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The effectiveness of permethrin-treated deer stations for control of the Lyme disease vector Ixodes scapularis on Cape Cod and the islands: a five-year experiment

Overview of attention for article published in Parasites & Vectors, January 2014
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Mentioned by

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3 tweeters

Citations

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18 Dimensions

Readers on

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52 Mendeley
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Title
The effectiveness of permethrin-treated deer stations for control of the Lyme disease vector Ixodes scapularis on Cape Cod and the islands: a five-year experiment
Published in
Parasites & Vectors, January 2014
DOI 10.1186/1756-3305-7-292
Pubmed ID
Authors

Jason S Grear, Robert Koethe, Bart Hoskins, Robert Hillger, Larry Dapsis, Montira Pongsiri

Abstract

The use of animal host-targeted pesticide application to control blacklegged ticks, which transmit the Lyme disease bacterium between wildlife hosts and humans, is receiving increased attention as an approach to Lyme disease risk management. Included among the attractive features of host-targeted approaches is the reduced need for broad-scale pesticide usage. In the eastern USA, one of the best-known of these approaches is the corn-baited "4-poster" deer feeding station, so named because of the four pesticide-treated rollers that surround the bait troughs. Wildlife visitors to these devices receive an automatic topical application of acaricide, which kills attached ticks before they can reproduce. We conducted a 5-year controlled experiment to estimate the effects of 4-poster stations on tick populations in southeastern Massachusetts, where the incidence of Lyme disease is among the highest in the USA.

Twitter Demographics

The data shown below were collected from the profiles of 3 tweeters who shared this research output. Click here to find out more about how the information was compiled.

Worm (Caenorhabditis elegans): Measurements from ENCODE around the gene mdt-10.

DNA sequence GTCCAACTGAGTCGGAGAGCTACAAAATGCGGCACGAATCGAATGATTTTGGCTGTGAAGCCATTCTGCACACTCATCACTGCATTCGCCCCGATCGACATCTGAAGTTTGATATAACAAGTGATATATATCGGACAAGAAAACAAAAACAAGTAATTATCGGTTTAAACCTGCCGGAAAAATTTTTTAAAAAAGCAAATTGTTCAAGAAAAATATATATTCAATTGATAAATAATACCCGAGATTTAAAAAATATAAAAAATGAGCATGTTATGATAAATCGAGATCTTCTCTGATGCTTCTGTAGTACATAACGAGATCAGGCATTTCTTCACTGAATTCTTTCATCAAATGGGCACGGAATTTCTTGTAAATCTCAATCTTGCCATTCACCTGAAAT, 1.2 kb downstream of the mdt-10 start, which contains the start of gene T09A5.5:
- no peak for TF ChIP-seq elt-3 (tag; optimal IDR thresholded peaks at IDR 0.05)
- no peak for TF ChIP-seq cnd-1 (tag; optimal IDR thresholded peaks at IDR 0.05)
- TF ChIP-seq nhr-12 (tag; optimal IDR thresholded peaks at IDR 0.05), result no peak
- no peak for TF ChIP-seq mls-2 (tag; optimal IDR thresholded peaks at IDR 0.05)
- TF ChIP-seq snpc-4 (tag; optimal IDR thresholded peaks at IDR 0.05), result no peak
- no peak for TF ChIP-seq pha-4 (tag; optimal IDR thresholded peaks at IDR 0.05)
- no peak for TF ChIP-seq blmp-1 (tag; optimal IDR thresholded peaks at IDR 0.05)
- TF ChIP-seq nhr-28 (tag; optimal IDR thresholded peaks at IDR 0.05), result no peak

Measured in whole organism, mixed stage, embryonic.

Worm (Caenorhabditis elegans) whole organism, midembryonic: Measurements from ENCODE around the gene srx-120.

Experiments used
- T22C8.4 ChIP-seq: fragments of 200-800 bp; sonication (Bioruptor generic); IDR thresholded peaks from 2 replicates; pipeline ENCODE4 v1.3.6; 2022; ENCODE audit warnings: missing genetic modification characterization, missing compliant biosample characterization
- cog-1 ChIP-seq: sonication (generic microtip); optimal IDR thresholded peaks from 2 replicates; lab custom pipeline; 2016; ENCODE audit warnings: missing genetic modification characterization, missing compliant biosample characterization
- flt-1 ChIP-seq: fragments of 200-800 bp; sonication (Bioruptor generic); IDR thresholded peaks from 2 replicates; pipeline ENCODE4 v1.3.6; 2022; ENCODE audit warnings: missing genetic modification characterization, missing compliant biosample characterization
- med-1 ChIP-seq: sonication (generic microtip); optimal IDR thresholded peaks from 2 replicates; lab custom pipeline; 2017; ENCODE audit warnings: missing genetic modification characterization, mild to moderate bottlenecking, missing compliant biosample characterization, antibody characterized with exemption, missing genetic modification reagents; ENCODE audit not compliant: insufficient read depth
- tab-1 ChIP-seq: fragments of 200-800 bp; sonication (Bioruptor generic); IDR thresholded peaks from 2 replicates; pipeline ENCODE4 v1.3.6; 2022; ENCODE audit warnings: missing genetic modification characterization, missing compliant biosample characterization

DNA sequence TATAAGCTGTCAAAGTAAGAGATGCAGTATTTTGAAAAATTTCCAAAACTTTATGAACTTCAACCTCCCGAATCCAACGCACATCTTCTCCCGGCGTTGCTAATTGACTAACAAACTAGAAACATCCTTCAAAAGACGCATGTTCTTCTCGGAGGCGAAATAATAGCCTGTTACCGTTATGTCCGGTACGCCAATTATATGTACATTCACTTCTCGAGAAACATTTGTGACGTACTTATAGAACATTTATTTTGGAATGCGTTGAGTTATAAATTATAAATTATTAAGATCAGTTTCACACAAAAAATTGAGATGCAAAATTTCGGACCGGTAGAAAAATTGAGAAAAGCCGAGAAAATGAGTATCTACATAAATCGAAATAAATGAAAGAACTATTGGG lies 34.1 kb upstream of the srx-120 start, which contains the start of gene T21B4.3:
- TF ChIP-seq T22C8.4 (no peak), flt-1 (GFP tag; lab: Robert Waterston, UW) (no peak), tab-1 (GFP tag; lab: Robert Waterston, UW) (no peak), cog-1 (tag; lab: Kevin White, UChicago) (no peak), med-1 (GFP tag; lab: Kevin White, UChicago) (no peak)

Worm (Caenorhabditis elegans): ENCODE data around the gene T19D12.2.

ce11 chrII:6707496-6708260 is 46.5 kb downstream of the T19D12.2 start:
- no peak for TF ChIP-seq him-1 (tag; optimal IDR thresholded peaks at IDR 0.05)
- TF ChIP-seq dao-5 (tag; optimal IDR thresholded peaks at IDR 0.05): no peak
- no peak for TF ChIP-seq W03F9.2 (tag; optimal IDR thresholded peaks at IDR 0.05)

Mendeley readers

The data shown below were compiled from readership statistics for 52 Mendeley readers of this research output. Click here to see the associated Mendeley record.

Geographical breakdown

Country Count As %
United Kingdom 1 2%
Colombia 1 2%
Unknown 50 96%

Demographic breakdown

Readers by professional status Count As %
Researcher 9 17%
Student > Master 8 15%
Student > Bachelor 7 13%
Other 5 10%
Student > Ph. D. Student 4 8%
Other 8 15%
Unknown 11 21%
Readers by discipline Count As %
Agricultural and Biological Sciences 21 40%
Environmental Science 3 6%
Nursing and Health Professions 2 4%
Veterinary Science and Veterinary Medicine 2 4%
Medicine and Dentistry 2 4%
Other 10 19%
Unknown 12 23%

Attention Score in Context

This research output has an Altmetric Attention Score of 2. This is our high-level measure of the quality and quantity of online attention that it has received. This Attention Score, as well as the ranking and number of research outputs shown below, was calculated when the research output was last mentioned on 06 February 2015.
All research outputs
#13,854,527
of 21,340,745 outputs
Outputs from Parasites & Vectors
#2,869
of 5,177 outputs
Outputs of similar age
#110,347
of 202,522 outputs
Outputs of similar age from Parasites & Vectors
#1
of 1 outputs
Altmetric has tracked 21,340,745 research outputs across all sources so far. This one is in the 33rd percentile – i.e., 33% of other outputs scored the same or lower than it.
So far Altmetric has tracked 5,177 research outputs from this source. They typically receive a little more attention than average, with a mean Attention Score of 5.2. This one is in the 39th percentile – i.e., 39% of its peers scored the same or lower than it.
Older research outputs will score higher simply because they've had more time to accumulate mentions. To account for age we can compare this Altmetric Attention Score to the 202,522 tracked outputs that were published within six weeks on either side of this one in any source. This one is in the 43rd percentile – i.e., 43% of its contemporaries scored the same or lower than it.
We're also able to compare this research output to 1 others from the same source and published within six weeks on either side of this one. This one has scored higher than all of them